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Comment: Re:Points 4. and 5... (Score 0) 227

by lebean (#38220092) Attached to: Duqu Attackers Managed to Wipe C&C Servers

There's nothing foolish about it, he's wrong. That is, provided you continue to keep up-to-date with patches. Given two equal SSH daemons, both fully updated but one on a random high port, the one listening on 22 will log hundreds or thousands of attempts per day, the one on a random port will log *zero*. Which do you think makes log auditing easier to look for truly dangerous threats? (If you see failures on your "obscured" SSH daemon, you _know_ you have a problem because someone has fully scanned your address(es) and is actively attempting a break in, while those attempts just disappear in the noise on the port 22 daemon). Similarly, if/when that next SSH 0-day hits, which of the two is in immediate danger of being rooted? The one that is in the logs of dozens or hundreds of scanning script kiddies, or the one that has never been hit a single time by an unknown user, that nobody in the world even knows exists?

Comment: Re:Just remember the first rule of RAID 0 (Score 0) 564

by lebean (#28590775) Attached to: RAID Trust Issues — Windows Or a Cheap Controller?
The RAID 1 solution gives you resiliency, not safety. RAID 1 doesn't help you at all in that "Oh shit" moment where you've just mistyped a destructive command or deleted the wrong folder. It covers you when a drive dies. not when the virus-of-the-day goes nuts on your data. It's so cheap to do a much simpler backup solution than what was discussed above, there's just no reason not to. You can get any simple external drive and copy everything important to you, and you're better off than running only a RAID solution. The difficulty is the discipline to maintain it, and copying everything everytime isn't efficient. That's where "true" backup solutions come in and get you doing automated backups at full and incremental levels, eliminating forgetfulness and/or laziness. Now you want a 2nd external drive, so you can write backups to one for a week, then take it offsite and swap in the second, which will get your backups for the next week and so on. In the case of a flood/fire/tornado/theft, you do stand to lose up to a week's worth of data, but that's better than losing absolutely everything, which is what happens with your RAID solution. Backup doesn't have to cost a lot. 2 $100 external drives and something like Bacula, or BackupPC, or one of many other options can take care of you.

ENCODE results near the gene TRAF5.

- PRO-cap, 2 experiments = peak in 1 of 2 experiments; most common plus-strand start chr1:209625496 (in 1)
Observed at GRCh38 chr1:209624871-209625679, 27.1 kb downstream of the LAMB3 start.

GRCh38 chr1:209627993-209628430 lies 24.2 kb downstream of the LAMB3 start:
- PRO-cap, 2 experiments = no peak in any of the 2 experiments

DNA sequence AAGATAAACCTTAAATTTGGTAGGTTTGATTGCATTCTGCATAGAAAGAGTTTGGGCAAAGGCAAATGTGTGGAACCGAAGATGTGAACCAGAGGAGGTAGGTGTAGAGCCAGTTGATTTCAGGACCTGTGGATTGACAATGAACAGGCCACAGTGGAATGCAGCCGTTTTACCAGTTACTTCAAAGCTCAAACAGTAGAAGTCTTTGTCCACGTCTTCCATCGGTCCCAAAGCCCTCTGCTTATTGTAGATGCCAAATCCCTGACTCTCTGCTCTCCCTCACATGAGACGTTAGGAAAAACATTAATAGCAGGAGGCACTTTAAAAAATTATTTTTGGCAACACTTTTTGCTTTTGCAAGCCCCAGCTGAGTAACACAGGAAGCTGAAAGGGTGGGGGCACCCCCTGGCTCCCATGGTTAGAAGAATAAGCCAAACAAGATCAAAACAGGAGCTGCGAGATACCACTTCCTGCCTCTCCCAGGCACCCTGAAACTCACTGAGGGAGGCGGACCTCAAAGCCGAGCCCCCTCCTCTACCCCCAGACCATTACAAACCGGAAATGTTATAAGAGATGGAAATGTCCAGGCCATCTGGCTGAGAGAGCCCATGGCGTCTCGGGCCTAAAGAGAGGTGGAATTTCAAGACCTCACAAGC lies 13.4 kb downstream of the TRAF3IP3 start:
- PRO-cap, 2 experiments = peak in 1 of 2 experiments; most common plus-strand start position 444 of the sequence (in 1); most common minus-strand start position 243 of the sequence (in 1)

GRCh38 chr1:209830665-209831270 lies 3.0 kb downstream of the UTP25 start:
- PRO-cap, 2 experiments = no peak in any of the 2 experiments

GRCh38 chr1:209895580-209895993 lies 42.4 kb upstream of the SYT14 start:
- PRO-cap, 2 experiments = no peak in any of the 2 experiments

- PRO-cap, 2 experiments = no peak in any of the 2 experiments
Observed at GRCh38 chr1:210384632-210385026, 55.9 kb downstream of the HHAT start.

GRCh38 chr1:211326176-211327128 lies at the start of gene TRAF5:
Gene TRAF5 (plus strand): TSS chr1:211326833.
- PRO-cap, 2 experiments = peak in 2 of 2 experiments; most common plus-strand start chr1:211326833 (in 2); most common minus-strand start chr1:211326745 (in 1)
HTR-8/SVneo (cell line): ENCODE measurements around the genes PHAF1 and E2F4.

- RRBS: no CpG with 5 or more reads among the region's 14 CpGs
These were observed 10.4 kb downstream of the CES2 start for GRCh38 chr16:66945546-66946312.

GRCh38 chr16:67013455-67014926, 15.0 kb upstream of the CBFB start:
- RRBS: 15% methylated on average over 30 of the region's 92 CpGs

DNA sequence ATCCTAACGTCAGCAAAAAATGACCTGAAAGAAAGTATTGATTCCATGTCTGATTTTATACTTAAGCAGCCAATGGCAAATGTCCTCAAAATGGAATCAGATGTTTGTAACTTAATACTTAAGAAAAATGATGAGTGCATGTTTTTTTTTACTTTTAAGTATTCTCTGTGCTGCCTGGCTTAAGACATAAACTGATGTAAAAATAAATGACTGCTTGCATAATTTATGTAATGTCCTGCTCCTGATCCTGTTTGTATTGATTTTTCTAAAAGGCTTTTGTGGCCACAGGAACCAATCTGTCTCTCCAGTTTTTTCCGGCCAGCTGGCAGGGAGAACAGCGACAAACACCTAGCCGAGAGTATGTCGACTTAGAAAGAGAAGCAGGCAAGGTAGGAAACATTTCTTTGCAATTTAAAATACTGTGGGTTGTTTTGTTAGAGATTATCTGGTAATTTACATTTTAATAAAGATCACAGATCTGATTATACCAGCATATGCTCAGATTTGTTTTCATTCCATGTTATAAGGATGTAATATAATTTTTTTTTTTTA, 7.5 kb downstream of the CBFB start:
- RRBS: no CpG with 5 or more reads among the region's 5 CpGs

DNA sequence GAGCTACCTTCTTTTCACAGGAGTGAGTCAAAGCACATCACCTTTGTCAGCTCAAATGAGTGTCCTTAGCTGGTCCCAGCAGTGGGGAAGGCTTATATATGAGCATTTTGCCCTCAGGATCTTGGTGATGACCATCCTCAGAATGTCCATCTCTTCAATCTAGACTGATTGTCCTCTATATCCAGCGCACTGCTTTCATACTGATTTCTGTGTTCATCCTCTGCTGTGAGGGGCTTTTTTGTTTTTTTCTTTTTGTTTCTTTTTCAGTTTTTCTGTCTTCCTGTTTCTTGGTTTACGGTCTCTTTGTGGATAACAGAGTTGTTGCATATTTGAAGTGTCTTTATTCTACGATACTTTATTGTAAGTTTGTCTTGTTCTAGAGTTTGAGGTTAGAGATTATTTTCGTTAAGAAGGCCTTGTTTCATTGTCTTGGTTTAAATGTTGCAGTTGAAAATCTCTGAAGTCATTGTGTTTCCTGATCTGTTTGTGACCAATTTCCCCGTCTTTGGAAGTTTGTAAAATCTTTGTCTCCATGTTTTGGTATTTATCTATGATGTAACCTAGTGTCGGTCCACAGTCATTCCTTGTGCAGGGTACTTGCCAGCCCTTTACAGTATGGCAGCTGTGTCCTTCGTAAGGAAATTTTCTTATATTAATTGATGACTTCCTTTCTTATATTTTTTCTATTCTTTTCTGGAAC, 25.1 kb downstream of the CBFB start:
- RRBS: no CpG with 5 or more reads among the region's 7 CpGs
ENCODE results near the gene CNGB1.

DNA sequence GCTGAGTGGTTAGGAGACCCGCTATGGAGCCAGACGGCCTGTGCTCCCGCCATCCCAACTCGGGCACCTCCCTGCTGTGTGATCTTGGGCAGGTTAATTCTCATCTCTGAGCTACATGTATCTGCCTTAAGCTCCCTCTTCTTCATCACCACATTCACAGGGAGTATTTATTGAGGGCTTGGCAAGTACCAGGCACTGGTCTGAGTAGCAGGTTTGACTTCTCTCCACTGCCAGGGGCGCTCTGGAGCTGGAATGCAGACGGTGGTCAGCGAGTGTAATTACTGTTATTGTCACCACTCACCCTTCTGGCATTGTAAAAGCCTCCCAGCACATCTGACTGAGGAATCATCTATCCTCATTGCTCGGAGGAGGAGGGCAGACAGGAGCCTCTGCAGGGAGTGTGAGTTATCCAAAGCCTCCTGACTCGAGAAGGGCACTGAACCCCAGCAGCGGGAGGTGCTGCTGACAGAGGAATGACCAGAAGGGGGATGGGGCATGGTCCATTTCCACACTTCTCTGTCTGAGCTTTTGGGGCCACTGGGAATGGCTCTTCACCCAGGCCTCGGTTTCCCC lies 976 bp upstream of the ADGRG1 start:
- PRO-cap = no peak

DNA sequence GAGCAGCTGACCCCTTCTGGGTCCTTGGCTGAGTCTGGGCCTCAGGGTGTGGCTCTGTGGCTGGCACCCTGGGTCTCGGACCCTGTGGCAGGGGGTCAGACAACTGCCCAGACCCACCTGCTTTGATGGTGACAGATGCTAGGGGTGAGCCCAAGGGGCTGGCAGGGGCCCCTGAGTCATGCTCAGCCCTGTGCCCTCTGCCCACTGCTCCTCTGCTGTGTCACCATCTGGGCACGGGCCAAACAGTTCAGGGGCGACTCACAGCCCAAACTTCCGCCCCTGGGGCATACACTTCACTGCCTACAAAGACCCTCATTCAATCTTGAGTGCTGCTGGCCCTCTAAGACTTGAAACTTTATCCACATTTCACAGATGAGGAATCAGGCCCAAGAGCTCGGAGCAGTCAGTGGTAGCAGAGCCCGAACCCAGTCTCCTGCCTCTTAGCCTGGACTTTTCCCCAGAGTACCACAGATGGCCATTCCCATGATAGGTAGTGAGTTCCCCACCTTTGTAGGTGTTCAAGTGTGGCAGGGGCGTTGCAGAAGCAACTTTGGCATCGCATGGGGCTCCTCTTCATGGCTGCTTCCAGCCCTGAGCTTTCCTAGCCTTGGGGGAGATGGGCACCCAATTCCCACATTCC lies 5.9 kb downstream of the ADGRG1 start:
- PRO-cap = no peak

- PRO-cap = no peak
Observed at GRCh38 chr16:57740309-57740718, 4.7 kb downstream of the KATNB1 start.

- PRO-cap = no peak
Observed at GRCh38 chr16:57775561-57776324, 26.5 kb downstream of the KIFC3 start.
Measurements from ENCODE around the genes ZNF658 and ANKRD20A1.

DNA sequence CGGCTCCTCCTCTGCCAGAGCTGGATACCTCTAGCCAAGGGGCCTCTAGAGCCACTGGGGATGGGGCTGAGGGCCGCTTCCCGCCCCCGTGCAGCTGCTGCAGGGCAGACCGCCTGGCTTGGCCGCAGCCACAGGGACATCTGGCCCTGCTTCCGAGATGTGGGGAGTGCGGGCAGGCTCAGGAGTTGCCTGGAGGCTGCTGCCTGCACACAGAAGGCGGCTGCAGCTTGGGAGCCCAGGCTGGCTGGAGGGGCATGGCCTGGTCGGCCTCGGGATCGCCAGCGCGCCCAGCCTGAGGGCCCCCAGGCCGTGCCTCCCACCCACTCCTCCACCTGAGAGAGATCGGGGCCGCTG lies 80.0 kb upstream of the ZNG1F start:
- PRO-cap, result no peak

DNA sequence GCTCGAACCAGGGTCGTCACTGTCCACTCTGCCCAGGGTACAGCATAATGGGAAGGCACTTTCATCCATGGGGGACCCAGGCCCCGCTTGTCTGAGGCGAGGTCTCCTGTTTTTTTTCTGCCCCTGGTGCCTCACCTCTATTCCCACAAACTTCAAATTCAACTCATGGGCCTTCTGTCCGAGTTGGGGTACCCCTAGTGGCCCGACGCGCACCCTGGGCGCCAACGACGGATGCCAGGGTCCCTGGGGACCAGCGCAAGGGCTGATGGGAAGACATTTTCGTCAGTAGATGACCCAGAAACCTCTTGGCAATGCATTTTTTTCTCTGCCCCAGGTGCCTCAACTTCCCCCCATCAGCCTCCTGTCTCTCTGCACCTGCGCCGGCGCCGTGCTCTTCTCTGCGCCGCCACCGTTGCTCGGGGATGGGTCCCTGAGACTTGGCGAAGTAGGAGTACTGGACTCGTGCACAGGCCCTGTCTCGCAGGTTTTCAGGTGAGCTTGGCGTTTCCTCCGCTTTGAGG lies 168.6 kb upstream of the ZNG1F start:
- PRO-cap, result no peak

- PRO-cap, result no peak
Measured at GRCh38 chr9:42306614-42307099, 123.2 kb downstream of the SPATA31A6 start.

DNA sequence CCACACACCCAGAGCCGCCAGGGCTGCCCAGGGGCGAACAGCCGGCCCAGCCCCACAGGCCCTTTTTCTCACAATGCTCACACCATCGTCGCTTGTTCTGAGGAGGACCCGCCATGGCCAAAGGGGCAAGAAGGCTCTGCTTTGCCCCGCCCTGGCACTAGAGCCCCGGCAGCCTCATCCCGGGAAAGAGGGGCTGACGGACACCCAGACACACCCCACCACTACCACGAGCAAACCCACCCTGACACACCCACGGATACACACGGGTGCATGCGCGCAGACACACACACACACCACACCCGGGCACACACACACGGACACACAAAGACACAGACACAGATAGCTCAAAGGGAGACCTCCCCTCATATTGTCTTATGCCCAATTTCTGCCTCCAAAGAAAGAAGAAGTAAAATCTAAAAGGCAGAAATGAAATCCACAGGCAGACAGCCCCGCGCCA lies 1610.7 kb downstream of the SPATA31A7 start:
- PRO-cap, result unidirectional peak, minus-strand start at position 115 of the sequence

Mozilla SSL Policy Considered Bad For the Web 897

Posted by kdawson
from the among-these-shall-be-life-liberty-and-acces-to-https dept.
Chandon Seldon writes "The issue of digital certificates for SSL and the policies surrounding them comes up repeatedly. I've written an article criticizing the behavior in Firefox 3, which includes a serious comparison of the current Mozilla policy — restricting encrypted HTTP to paying customers — to a violation of net neutrality."

The major difference between bonds and bond traders is that the bonds will eventually mature.